In conclusion, what should public transport operators be doing?
The first inescapable truth is that the potential market for public transport operators has been considerably reduced and will remain that way for some time, especially with the latest work from home message. The ‘for some time’ phrase is crucial here.
In order to properly plan, operators must try and get a handle on what businesses in their areas of operation are planning and when.
Are city centre locations closing permanently? Will start times be flexible? Is working from home here for good? Is business travel a thing of the past? We may not like the answers, but this insight is required to move public transport businesses forward in a sustainable way.
Secondly, if the number of people travelling to work is down for good, it means our target market is also down and so we must fight for every passenger, with the car being the biggest threat. As we have seen, this means two things:
- Messaging and communication must be spot on. We really need to understand our target audience and their motivations. Operators have done so much to make us safe, but are they getting their actions across to the right audience in the optimum way?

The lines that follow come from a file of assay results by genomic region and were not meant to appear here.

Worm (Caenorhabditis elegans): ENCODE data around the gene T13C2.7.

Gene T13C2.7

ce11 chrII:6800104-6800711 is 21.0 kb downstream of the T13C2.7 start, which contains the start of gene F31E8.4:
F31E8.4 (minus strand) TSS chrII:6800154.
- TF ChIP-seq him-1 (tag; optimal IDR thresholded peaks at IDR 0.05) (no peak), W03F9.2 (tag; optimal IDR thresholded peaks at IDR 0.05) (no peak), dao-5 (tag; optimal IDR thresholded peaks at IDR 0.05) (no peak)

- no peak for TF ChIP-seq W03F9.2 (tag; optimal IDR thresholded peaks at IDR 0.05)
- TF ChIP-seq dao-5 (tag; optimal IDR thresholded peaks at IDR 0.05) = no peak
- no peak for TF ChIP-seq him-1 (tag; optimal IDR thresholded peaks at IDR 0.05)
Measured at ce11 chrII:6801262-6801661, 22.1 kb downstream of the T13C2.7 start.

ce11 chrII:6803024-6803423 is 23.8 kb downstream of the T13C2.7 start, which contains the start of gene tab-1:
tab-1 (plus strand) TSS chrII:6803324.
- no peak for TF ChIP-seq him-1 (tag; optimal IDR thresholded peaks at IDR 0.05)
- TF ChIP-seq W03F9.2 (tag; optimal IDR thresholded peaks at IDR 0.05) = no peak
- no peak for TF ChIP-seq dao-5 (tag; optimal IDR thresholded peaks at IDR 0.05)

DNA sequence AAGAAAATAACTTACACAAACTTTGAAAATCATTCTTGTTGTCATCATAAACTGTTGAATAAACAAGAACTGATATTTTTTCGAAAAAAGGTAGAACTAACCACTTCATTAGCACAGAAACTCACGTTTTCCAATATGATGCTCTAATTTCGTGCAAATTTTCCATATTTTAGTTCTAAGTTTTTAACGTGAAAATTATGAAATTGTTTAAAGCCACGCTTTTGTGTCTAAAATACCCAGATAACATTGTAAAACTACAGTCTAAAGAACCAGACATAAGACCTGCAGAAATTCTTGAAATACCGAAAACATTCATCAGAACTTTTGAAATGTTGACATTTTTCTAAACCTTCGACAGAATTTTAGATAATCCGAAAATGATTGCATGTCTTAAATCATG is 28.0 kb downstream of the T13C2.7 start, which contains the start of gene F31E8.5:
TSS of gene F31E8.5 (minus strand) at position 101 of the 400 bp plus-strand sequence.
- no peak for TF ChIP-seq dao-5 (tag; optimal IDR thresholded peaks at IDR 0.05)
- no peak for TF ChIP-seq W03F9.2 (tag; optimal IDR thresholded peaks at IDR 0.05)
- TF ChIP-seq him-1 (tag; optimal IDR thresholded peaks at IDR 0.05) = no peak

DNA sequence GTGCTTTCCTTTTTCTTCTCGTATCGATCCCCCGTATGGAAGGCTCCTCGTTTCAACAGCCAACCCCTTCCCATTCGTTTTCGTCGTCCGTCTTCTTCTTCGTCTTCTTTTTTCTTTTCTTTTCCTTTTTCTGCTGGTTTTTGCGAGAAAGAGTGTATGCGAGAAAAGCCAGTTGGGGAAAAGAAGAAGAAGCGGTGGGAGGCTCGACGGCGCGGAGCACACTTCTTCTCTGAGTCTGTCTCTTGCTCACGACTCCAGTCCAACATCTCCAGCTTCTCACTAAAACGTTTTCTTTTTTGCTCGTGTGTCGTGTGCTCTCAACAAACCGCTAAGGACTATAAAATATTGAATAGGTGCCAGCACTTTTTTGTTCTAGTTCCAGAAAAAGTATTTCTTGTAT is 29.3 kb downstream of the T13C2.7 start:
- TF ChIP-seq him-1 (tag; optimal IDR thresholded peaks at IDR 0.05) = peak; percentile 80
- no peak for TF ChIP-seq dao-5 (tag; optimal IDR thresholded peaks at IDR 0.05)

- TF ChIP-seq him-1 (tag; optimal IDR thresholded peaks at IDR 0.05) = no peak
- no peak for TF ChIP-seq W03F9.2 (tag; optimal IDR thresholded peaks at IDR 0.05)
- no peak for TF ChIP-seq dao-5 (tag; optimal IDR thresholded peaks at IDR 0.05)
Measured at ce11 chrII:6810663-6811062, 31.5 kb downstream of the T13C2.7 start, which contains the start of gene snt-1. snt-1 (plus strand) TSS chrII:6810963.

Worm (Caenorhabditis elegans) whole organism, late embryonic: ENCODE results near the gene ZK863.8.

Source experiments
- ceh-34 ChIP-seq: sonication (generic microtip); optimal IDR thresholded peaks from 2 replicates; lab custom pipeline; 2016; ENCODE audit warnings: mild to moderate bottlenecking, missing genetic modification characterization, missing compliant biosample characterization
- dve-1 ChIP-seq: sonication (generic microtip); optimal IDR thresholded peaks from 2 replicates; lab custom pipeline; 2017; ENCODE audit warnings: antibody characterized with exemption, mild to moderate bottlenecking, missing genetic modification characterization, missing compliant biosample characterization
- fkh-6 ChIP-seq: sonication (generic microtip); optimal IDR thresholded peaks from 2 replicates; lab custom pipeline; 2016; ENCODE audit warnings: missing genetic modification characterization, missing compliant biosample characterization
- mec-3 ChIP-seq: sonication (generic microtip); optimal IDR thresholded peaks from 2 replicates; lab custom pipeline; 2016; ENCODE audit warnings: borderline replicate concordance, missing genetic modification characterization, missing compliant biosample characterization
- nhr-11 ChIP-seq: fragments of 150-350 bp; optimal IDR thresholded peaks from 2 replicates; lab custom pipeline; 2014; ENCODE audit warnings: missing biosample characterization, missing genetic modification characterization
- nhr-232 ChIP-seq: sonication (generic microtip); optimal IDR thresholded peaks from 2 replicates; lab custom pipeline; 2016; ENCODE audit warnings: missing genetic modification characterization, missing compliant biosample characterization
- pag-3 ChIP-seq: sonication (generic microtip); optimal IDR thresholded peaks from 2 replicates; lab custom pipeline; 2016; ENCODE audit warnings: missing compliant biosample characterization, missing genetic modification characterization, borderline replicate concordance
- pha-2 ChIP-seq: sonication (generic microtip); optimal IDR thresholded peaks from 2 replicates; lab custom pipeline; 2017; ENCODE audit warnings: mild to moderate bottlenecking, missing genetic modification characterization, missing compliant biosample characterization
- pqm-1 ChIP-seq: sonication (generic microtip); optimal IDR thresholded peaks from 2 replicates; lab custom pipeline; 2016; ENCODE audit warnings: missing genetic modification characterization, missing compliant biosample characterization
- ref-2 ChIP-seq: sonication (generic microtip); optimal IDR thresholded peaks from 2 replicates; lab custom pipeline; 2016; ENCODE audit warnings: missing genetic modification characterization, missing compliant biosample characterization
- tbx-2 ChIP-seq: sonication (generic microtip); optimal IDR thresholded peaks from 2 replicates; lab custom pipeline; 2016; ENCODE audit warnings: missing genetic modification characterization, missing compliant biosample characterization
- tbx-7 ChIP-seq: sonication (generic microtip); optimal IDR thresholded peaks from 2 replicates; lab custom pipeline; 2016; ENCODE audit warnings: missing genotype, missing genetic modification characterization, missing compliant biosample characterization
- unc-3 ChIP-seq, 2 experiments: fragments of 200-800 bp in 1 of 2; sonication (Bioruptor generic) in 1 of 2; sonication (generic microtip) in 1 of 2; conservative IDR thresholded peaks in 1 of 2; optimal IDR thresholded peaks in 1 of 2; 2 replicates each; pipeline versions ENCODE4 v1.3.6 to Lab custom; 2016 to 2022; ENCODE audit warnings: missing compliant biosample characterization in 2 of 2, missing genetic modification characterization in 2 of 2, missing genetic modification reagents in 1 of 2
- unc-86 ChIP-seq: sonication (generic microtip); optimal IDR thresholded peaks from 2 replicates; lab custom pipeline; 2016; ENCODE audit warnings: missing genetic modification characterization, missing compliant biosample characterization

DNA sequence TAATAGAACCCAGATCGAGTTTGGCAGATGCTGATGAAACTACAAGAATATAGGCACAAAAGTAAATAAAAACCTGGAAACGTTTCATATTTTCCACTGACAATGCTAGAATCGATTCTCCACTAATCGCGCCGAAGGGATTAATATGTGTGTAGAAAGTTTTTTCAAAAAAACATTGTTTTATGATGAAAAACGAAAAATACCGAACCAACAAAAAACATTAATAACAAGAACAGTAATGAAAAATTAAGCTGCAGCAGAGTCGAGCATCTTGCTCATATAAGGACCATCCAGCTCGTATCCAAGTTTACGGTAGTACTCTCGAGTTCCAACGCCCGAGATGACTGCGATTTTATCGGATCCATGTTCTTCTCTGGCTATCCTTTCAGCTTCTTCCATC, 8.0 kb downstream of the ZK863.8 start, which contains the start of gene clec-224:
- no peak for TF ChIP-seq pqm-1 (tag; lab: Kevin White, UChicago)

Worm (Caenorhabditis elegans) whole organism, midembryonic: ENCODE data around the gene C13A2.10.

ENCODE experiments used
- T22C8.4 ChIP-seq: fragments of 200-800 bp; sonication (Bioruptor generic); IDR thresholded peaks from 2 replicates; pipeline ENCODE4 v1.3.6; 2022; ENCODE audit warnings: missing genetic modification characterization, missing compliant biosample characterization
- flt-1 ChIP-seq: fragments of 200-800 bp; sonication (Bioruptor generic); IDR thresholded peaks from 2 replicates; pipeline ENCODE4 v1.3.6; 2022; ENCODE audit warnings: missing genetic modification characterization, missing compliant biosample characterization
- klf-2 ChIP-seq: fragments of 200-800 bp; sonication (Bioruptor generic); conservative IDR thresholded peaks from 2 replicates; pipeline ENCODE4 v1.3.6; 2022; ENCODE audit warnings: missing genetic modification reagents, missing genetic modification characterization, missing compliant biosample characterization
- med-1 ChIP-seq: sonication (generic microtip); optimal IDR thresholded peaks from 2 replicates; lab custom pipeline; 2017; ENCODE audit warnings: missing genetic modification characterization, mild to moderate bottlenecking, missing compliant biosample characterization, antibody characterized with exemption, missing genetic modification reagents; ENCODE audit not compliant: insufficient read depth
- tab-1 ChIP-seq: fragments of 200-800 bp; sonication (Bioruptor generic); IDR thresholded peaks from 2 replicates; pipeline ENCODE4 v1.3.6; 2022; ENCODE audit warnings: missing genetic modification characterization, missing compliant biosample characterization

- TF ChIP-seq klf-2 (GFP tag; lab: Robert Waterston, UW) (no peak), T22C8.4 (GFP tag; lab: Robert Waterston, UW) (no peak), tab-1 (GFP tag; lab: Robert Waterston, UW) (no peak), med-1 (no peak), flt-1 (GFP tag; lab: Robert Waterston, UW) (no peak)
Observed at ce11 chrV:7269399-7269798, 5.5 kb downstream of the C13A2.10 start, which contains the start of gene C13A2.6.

- Incentives may well be necessary. We do not have months to develop and test the optimum scheme, however, it is critical that potential solutions are researched both qualitatively and quantitatively with target audiences to avoid a very expensive mistake.
Speak to Savanta
It is this understanding of both businesses and consumers where Savanta come in. We take a consultative approach to market research with commercial focus driving everything we do. We have many years of experiences working in the travel and transport sector. As such, we have the necessary expertise in your industry and believe we are the perfect partner in these uncertain times.
To find out more please get in touch with one of the team at [email protected]